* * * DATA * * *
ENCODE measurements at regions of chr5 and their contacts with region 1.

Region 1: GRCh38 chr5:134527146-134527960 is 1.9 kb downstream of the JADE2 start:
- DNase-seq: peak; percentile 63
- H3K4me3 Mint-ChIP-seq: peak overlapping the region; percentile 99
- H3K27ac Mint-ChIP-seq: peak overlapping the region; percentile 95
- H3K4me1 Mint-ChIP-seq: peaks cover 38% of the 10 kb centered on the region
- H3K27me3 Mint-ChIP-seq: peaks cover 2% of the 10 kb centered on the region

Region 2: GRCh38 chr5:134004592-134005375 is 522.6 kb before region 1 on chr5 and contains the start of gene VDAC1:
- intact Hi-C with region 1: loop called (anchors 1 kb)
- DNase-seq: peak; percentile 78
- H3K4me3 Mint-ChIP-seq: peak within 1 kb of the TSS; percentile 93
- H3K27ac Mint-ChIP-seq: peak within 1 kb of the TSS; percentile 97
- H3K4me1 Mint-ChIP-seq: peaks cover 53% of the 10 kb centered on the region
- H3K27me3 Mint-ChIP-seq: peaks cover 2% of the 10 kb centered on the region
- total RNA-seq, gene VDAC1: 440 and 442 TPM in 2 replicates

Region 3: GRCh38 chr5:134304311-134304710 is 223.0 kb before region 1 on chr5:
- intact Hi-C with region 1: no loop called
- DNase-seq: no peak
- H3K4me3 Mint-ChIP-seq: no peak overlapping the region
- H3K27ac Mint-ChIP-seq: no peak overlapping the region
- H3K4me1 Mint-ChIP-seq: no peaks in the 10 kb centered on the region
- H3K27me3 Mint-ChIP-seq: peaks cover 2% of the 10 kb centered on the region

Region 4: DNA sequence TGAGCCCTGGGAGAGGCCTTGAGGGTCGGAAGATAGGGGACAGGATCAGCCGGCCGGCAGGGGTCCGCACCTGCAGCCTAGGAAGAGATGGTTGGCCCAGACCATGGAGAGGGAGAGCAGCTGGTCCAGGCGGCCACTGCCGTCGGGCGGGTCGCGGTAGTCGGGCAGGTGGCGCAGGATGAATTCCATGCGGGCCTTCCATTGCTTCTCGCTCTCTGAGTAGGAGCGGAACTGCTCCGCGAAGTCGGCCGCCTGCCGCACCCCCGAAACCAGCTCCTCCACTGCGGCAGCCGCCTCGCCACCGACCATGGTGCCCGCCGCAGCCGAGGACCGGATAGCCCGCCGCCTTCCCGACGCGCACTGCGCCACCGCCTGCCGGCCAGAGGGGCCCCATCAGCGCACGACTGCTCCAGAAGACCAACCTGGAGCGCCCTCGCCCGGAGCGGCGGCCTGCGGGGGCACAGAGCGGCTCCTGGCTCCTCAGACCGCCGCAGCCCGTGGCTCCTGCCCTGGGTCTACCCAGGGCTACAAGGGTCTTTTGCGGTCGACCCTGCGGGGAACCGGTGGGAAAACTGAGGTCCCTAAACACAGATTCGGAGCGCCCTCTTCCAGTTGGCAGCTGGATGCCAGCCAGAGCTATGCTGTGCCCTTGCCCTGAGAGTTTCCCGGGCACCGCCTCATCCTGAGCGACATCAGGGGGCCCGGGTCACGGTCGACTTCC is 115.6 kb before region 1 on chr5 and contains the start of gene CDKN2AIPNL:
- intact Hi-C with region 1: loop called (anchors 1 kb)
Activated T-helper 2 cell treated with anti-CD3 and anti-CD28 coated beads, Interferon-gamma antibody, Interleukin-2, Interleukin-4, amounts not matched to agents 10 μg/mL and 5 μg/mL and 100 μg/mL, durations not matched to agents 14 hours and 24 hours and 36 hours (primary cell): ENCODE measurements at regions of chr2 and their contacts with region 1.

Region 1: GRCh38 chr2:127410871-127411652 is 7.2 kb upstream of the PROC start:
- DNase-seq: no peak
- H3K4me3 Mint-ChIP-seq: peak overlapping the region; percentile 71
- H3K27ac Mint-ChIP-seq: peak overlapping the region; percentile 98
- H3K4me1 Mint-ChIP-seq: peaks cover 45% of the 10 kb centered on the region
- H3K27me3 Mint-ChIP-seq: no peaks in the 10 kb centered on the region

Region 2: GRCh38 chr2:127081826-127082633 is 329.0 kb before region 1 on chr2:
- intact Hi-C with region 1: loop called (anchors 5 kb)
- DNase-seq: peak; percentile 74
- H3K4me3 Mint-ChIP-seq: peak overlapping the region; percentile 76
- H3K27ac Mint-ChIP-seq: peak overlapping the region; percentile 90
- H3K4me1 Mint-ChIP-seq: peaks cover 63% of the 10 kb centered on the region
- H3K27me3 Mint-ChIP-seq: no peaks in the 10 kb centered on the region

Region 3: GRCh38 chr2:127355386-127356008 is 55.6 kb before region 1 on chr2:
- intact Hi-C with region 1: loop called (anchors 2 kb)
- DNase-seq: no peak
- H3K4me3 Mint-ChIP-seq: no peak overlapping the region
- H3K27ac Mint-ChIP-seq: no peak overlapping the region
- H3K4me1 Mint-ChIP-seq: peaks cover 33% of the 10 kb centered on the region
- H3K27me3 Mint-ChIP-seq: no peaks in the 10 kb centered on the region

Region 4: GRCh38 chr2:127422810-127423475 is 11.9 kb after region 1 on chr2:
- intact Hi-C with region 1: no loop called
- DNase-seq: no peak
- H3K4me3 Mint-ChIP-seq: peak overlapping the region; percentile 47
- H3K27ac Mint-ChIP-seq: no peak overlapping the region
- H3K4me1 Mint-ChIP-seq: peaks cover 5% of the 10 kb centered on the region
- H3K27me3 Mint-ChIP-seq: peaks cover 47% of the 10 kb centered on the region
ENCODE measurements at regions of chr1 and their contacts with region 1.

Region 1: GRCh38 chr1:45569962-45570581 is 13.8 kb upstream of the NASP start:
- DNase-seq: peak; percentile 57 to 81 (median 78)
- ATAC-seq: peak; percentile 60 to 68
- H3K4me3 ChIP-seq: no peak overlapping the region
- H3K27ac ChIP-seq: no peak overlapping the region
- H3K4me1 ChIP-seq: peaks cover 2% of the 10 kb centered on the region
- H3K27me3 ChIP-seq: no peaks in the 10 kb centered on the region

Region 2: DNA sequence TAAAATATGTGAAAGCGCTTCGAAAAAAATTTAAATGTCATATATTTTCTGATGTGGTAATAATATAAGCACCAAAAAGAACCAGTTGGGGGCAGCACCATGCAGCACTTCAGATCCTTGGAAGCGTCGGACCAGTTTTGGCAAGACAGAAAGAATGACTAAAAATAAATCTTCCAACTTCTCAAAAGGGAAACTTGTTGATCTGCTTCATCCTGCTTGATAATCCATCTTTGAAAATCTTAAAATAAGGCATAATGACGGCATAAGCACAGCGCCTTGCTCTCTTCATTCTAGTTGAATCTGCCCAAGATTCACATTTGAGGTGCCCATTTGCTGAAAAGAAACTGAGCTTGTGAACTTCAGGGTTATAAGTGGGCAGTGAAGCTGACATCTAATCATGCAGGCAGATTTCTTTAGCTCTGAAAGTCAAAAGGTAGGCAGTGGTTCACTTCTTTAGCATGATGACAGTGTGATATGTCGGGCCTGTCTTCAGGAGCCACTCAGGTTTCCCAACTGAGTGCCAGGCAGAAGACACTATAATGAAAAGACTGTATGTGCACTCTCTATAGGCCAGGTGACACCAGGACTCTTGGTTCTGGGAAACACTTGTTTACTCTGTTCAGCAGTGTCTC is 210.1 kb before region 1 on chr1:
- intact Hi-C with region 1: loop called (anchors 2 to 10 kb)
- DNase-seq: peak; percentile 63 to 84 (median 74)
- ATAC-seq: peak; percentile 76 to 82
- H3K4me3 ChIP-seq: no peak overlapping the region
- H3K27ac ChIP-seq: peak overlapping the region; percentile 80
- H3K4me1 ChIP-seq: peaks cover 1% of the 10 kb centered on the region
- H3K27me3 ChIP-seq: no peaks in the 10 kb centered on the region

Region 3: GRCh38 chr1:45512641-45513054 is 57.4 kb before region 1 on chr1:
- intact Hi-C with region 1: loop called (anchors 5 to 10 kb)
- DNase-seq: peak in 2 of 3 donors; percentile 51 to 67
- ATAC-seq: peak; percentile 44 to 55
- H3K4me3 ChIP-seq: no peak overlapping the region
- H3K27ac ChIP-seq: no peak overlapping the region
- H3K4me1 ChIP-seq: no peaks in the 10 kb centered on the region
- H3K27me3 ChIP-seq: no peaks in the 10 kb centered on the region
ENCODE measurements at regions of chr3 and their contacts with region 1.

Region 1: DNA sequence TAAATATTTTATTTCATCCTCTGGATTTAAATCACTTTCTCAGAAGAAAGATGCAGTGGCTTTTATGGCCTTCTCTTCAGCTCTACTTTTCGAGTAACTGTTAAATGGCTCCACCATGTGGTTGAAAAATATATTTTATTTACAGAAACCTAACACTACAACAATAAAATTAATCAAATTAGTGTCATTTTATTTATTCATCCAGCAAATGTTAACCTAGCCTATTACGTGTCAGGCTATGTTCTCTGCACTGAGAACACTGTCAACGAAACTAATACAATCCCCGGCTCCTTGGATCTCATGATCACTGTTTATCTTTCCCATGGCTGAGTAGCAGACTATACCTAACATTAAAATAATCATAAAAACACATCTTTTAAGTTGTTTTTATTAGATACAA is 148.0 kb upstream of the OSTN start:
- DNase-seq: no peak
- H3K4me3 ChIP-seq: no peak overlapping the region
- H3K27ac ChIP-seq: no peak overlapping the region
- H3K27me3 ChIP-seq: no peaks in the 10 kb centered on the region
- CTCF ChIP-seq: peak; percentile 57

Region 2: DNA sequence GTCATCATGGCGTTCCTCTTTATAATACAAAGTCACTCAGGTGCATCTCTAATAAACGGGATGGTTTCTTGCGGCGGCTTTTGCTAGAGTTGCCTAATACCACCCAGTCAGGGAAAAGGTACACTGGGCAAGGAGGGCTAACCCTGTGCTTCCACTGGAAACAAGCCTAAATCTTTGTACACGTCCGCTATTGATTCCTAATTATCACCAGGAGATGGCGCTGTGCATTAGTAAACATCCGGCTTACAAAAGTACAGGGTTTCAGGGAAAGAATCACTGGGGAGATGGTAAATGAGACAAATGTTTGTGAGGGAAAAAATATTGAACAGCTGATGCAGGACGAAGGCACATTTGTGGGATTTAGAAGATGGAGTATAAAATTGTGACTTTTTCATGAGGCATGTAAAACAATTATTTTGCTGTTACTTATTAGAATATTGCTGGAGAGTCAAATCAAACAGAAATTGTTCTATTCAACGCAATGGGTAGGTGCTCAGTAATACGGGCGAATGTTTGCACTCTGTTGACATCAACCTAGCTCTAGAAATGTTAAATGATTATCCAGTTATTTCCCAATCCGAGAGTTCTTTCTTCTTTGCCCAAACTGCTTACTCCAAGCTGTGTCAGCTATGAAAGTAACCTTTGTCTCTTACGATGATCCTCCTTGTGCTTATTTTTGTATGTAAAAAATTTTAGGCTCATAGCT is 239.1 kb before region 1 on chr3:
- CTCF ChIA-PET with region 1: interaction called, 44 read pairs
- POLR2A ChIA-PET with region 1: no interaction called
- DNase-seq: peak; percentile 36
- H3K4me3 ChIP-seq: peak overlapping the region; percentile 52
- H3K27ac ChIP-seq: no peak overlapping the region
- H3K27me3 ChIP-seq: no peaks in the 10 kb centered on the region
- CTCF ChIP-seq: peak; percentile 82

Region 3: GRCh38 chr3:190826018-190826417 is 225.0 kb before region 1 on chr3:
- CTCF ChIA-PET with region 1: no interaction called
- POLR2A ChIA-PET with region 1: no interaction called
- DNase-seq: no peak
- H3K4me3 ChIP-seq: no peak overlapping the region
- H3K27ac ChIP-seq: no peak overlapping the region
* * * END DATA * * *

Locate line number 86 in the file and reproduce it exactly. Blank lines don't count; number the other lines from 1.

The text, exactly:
- POLR2A ChIA-PET with region 1: no interaction called